Projections and Paces – Astros

Leave a comment

The article below is meant to provide a quick look at how my
preseason projections match up with the paces of select major league

Lance Berkman
2008: .312/.420/.567, 29 HR, 114 R, 106 RBI, 18 SB in 554 AB
Proj : .291/.405/.537, 31 HR, 105 R, 103 RBI, 9 SB in 546 AB
Pace: .256/.387/.507, 35 HR, 85 R, 98 RBI, 5 SB in 550 AB

Berkman is getting a lot closer now. He’s raised his average from .162
in April to .286 last month and .357 in 13 games so far during June.

Carlos Lee
2008: .314/.368/.569, 28 HR, 61 R, 100 RBI, 4 SB in 436 AB
Proj : .293/.352/.519, 32 HR, 86 R, 118 RBI, 8 SB in 588 AB
Pace: .313/.363/.520, 29 HR, 77 R, 106 RBI, 5 SB in 603 AB

In theory, the improvement from Hunter Pence, Miguel Tejada and
Michael Bourn should be resulting in better run and RBI numbers for
Berkman and Lee. But that’s hardly been the case. Lee’s hitting pretty
much as expected, yet he has just 69 runs plus RBI. Ryan Howard, with
the same OPS, has 92. Dan Uggla has 71 even though he’s been hitting
.218 from the fifth and sixth spots in the Florida lineup.

Hunter Pence
2008: .269/.318/.466, 25 HR, 78 R, 83 RBI, 11 SB in 595 AB
Proj : .280/.337/.493, 28 HR, 79 R, 100 RBI, 14 SB in 592 AB
Pace: .323/.406/.509, 21 HR, 96 R, 69 RBI, 21 SB in 584 AB

Pence’s power numbers are a bit off, but he’s more than made up for
it with a huge increase in his OBP. He currently has a 35/33 K/BB ratio
after finishing last year at 124/40.

Miguel Tejada
2008: .283/.314/.415, 13 HR, 92 R, 66 RBI, 7 SB in 632 AB
Proj : .288/.343/.427, 16 HR, 91 R, 83 RBI, 5 SB in 611 AB
Pace: .344/.366/.506, 16 HR, 96 R, 96 RBI, 5 SB in 672 AB

Tejada is worthy of his own post. He’s struck out or walked in just
21 of his plate appearances. In 2000, Tejada has 102 strikeouts and 66
walks in 607 at-bats. Right now, he’s on pace for 40 strikeouts and 16
walks in 672 at-bats.

Ivan Rodriguez
2008: .276/.319/.394, 7 HR, 44 R, 35 RBI, 10 SB in 398 AB
Proj : .278/.319/.406, 10 HR, 51 R, 57 RBI, 5 SB in 453 AB
Pace: .247/.280/.393, 13 HR, 50 R, 69 RBI, 0 SB in 473 AB

Pudge’s average has really tumbled of late, and he has just one
extra-base hit since May 17. Time will tell if he has another rally in
him. His OPS was 845 on this day a month ago.

Michael Bourn
2008: .229/.288/.300, 5 HR, 57 R, 29 RBI, 41 SB in 467 AB
Proj : .256/.325/.354, 5 HR, 68 R, 42 RBI, 43 SB in 503 AB
Pace: .290/.367/.394, 3 HR, 98 R, 37 RBI, 58 SB in 613 AB

Bourn is also on pace for 135 strikeouts, so I’m not at all
convinced that he’ll maintain that .290 average. Still, that he’s
showing a better walk rate, at least against righties, and more doubles
power provide hope that he’ll last as a leadoff man.

Photo of the Day: Colby Rasmus just wants to love on everybody

Colby Rasmus

Colby Rasmus hit a big home run last night to set off the scoring and to set the tone for the Astros.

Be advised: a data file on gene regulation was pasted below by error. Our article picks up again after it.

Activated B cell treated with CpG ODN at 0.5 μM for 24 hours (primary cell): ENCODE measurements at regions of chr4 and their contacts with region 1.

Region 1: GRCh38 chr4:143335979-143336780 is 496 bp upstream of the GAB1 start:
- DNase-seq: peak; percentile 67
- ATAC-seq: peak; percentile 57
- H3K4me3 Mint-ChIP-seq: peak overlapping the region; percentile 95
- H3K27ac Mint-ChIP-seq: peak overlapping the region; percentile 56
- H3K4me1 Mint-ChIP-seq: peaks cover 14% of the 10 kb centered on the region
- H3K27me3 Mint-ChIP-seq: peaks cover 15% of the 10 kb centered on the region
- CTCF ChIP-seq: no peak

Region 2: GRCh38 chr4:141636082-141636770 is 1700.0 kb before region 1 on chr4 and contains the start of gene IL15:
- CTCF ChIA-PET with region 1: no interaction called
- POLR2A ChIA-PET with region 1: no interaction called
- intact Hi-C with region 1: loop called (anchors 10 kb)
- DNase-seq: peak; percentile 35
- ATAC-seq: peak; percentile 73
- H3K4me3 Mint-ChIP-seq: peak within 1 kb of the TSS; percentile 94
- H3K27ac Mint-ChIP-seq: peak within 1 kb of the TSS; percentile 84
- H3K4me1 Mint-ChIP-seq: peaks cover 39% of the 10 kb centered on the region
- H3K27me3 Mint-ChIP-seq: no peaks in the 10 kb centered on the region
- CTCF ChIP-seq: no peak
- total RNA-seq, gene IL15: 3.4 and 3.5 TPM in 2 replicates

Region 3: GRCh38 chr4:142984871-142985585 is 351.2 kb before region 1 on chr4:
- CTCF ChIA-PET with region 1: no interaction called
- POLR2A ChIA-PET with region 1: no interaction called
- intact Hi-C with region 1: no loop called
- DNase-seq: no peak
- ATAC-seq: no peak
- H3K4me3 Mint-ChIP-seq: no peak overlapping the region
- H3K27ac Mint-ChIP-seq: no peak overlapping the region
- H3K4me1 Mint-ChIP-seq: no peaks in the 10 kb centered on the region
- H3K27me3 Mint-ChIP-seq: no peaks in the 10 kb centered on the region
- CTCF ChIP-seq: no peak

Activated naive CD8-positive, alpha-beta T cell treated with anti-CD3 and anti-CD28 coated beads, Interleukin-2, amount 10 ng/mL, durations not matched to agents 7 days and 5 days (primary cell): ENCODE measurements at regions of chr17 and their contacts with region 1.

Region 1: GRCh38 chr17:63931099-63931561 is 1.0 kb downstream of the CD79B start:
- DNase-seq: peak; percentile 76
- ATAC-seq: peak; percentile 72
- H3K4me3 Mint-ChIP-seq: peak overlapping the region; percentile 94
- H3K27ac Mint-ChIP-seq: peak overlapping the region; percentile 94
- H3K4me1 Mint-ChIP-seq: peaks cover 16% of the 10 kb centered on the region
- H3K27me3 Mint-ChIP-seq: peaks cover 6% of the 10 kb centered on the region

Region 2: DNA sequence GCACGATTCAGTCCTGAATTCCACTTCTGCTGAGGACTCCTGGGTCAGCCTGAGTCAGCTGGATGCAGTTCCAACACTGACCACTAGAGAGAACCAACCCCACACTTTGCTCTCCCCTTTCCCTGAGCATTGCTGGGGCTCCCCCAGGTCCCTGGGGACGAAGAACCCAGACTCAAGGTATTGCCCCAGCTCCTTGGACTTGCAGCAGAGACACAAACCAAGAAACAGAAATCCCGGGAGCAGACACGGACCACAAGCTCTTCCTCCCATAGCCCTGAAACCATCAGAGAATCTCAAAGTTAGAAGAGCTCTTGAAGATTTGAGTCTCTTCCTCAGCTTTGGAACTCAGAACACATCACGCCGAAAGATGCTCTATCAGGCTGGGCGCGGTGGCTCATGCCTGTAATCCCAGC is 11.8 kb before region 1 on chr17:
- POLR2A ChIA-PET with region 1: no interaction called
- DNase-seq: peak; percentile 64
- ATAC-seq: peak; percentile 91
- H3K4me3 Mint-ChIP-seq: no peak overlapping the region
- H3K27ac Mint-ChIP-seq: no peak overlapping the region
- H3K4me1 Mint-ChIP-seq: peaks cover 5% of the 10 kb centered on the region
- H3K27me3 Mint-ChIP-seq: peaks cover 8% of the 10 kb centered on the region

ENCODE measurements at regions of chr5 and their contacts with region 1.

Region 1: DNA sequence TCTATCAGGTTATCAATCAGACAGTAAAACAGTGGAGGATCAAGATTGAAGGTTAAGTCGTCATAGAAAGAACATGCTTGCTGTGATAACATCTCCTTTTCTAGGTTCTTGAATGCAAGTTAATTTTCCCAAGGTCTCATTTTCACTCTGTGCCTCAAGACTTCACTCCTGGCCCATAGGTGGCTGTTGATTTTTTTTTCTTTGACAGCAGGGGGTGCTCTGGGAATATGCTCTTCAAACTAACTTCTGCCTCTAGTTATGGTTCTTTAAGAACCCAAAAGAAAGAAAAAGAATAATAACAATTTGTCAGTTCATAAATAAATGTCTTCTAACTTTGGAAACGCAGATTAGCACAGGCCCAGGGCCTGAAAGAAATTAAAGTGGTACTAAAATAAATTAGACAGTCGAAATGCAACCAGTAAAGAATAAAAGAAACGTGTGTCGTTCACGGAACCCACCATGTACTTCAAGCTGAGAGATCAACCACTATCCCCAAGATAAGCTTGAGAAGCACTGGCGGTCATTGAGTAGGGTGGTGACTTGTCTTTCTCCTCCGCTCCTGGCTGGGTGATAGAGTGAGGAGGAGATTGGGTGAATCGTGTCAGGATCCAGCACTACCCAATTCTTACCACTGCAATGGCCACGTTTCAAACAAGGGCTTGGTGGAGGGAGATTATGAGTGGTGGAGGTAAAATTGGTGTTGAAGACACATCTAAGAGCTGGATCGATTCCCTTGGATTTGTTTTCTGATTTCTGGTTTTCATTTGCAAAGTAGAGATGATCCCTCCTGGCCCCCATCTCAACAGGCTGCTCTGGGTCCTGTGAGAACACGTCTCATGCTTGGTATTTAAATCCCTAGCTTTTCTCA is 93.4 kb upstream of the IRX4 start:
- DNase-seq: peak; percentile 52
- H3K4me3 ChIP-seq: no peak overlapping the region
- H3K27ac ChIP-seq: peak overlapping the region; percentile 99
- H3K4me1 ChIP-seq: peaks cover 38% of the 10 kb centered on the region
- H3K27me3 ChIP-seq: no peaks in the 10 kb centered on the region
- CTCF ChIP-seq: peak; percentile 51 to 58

After the game he spoke to Jeff Passan of Yahoo and voiced some nice perspective and maturity as well, acknowledging that his time and St. Louis and Toronto left him with a reputation that he’d rather not have follow him around forever, saying “I don’t want them to say Colby Rasmus was a piece of crap because he had all of this time and just wanted to be a douche. I just try to love on everybody.”

Fair. By the way, this is what Rasmus looked like either just before or just after telling reporters that he “just tries to love on everybody.”


Ready for some lovin’?

There’s no one to blame in Yankees’ loss

Joe Girardi

You’re going to boo All-Star Brett Gardner for striking out against a Cy Young contender?

You’re going to bash Alex Rodriguez for going hitless in another postseason game, three years after his last one?

Maybe you’d prefer to put it all on Masahiro Tanaka for giving up two solo homers to a lineup full of 20-homer guys?

The truth is that the Yankees were supposed to lose tonight. They were facing an outstanding left-hander with their forever-lefty-heavy lineup, and they simply didn’t have anyone pitching like an ace to set themselves up nicely for a one-game, winner-take-all showdown. The 3-0 result… well, that’s how this was supposed to go down.

It didn’t necessarily mean it would; what fun would it be if the better team always won? And the Astros might not even be a better team than the Yankees. However, the Astros with Dallas Keuchel on the mound were certainly a better team than the Yankees with whoever they picked to throw.

I just don’t see where it’s worth putting any blame tonight. Joe Girardi? He could have started John Ryan Murphy over Brian McCann against the tough lefty, but he wasn’t willing to risk Tanaka losing his comfort zone by using a backup catcher.

The front office could have added more talent, perhaps outbidding the Blue Jays for David Price or the Royals for Johnny Cueto, and set themselves up better for the postseason. However, that would have cost them Luis Severino and/or Greg Bird, both of whom went on to play key roles as the Yankees secured the wild card. Would it really have been worth it? I don’t think so.

Tanaka gave the Yankees what they should have expected. Had Keuchel’s stuff been a little off on short rest, Tanaka’s performance would have kept the Yankees in the game.

Keuchel, though, was on his game from the first pitch. The Astros bullpen might have been a bit more vulnerable, and late at-bats from Gardner, Carlos Beltran, Rodriguez and McCann definitely left something to be desired. Still, on the whole, the lack of offense was quite a team effort.

The Yankees got beat by a better team tonight.  I’m not sure the Astros would have been better in Games 2-7 in a longer series, but they had everything in their favor in this one.